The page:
29 May 2008

Jenna DOES like homeschool ;)

I was delighted this morning by Jenna's defence of her non-schooled status. Normally when people ask us which school she goes to, why she isn't in school midweek, when she's starting nursery etc, I answer. I used to tend to the "oh she's only three" response. I suppose in an ideal world I could say that we aren't going to put her in school, but it usually starts one of those discussions that I hate having.

It isn't usually that people expect or want me to justify that I made a decision and this is what it is, it's that people are curious. Which is fine. But it's tiring! So I deflect it by saying that - although I've been feeling that perhaps I'm being a bit dishonest or rude, or maybe both. When Jenna answers, and more and more people ARE directly asking her (which is great, I hate being asked to answer for her when she's right there and can understand that she's being discussed!) she says that she will go to school when she's bigger maybe. She's totally parotting how I behave about the whole issue and it makes me more uncomfortable to keep, well, being untruthful about our decision.

We aren't putting her in school for at least a couple of years. We're sure about that now. We may put her in school if she really wants to go, when she's older and if I'm sure she understands what school is like and that she will be expected to be at a certain level and conform to their rules about behaviour. I reckon she'll be able to handle all that by six or seven, which is barely deferred entry, if she wants to go! This isn't to say that I think school is awful and wouldn't send her if I felt I needed her to be away from me, and I accept that homeschooling is not at all the best thing for lots of other families. Anyhow, my long explaination of the position. Over to Jenna.

Lady with dog: Are you on your way to playschool?
Jenna: No, I'm going to the Arboretum park. There's a big sand box there with a ship, but it only goes in the sand. I'm going to see my friends Emma and Chris while mummy does her work.
Lady: Oh, so you go to preschool a different day then.
Jenna: No. Well, yeah. But my school is at my house and we have lots of good toys and fun things to do if I want. And my favorite juice. And my bed is there when I'm tired.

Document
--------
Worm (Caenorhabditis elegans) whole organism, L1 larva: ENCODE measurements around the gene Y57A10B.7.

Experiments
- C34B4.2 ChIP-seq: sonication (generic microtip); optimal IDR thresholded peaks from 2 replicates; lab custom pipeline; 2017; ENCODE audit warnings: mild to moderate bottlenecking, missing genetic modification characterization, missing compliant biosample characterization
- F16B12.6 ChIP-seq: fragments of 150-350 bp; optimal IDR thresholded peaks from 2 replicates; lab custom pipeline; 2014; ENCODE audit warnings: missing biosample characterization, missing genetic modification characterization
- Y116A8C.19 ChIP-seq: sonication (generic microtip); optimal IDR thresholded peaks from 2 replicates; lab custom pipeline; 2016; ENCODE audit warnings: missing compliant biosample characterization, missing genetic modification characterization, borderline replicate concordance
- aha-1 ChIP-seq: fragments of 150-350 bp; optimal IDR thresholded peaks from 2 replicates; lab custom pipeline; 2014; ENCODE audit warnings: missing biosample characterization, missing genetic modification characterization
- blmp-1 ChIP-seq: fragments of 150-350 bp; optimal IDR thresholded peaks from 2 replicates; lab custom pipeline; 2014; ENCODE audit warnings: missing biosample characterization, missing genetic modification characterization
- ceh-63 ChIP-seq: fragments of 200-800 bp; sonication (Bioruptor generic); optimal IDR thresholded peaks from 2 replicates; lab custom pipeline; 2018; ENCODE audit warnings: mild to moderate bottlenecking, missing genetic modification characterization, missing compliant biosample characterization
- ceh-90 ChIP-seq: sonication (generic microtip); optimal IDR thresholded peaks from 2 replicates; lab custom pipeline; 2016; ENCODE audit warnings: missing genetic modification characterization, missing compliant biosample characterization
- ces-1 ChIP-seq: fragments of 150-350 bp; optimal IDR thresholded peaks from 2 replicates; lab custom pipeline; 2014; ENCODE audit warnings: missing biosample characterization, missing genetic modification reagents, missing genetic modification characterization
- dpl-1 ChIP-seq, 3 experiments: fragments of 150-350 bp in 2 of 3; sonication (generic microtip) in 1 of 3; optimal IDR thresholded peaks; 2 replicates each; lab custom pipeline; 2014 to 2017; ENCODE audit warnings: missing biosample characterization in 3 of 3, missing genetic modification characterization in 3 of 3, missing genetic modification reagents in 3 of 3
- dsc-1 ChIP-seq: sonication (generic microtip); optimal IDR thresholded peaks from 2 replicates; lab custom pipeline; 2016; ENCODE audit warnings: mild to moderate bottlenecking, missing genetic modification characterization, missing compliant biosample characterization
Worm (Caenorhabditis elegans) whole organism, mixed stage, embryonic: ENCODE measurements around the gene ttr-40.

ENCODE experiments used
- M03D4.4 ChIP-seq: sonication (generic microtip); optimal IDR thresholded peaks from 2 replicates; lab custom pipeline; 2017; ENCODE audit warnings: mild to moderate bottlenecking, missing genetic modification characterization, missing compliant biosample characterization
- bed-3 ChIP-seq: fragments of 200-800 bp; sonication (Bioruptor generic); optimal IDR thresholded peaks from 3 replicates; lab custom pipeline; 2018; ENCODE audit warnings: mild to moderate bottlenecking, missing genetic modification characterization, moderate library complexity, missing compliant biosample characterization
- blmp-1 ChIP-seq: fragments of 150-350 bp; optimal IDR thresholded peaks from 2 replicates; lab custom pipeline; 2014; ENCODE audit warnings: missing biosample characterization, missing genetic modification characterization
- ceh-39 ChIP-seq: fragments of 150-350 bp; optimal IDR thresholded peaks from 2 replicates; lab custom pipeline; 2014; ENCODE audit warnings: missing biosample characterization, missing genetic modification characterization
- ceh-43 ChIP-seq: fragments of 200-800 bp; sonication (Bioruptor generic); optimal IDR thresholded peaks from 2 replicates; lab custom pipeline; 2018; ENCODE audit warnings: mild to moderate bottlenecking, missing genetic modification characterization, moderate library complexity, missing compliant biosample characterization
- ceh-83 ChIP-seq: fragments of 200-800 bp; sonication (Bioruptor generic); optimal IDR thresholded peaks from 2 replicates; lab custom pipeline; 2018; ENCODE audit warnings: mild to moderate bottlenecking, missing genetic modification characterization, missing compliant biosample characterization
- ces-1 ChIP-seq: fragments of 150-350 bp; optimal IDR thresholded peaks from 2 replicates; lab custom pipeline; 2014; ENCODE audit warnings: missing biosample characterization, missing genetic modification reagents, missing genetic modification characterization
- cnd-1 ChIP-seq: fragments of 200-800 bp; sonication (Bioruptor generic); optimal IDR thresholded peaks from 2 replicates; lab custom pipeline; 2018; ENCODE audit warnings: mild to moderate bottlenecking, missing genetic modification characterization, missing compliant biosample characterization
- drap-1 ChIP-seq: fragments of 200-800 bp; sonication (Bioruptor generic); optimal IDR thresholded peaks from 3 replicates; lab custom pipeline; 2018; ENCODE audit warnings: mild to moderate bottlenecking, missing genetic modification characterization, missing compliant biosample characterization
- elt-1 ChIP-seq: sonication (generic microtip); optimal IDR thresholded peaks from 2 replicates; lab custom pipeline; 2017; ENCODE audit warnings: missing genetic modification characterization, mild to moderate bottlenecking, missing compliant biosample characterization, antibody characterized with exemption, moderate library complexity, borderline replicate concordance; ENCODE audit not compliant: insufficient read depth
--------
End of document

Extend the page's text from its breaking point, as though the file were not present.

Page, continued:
I repeated the story back to Em when we got there and she laughed and said that it certainly sold her on the benefits of homeschool. ;) Jenna is so articulate, another reason why it's so patronising and ridiculous of me to try to deflect questions like this myself. She knows why I make decisions, at least most of the time, and she can explain very well why she disagrees with me when she does. I didn't expect a three year old to be able to explain both my point of view and how hers differs from it. Although on schooling she seems to be more on the same page as me now that she understands she can't just choose when to go and when to come back.

At befriending I spent about an hour crawling around under the shed trying to confirm the presence of kittens (alive or dead). There hasn't been sight nor sound of mewling babies, and the cat who was labouring last week has been coming out for food. I didn't know enough to be able to say whether, crazy with grief, she might not keep going under there even if the kittens *were* dead. I couldn't see anything, and my client was so anxious it seemed like it might be the cause of a relapse if we didn't find out what was going on. I didn't want to risk disturbing the cat if she was happy under there with her new babies though, and my instincts said that she was probably simply a very good mother and the babies were quiet because she was meeting their needs.

After trying in vain everything I could think of I stuck my hand under there, risking her claws, and angled a camera phone so I could see the screen. Three healthy happy babies, all moving a little and feeding happily!

The other end of the spectrum today also, our lovely huge boxer dog died this evening. He belongs to my mum and obviously lives with her, but we had him from a puppy when I was still living at home. Ten is very very old for a boxer, but it was still a bit sad. The first thing that Jenna said when I told her was that Em-dog would be so sad. She has been with him for seven years, practically her entire life. How sweet though, for my girl's first thought to be that the other dog would be lonely, rather than thiking what she personally had lost. At least we had seen him recently, and made a huge fuss of a grumpy old dog. He always used to love me visiting (in spite of child induced noise trauma) because it meant he got a groom and a massage from me. Big old softie that he was.

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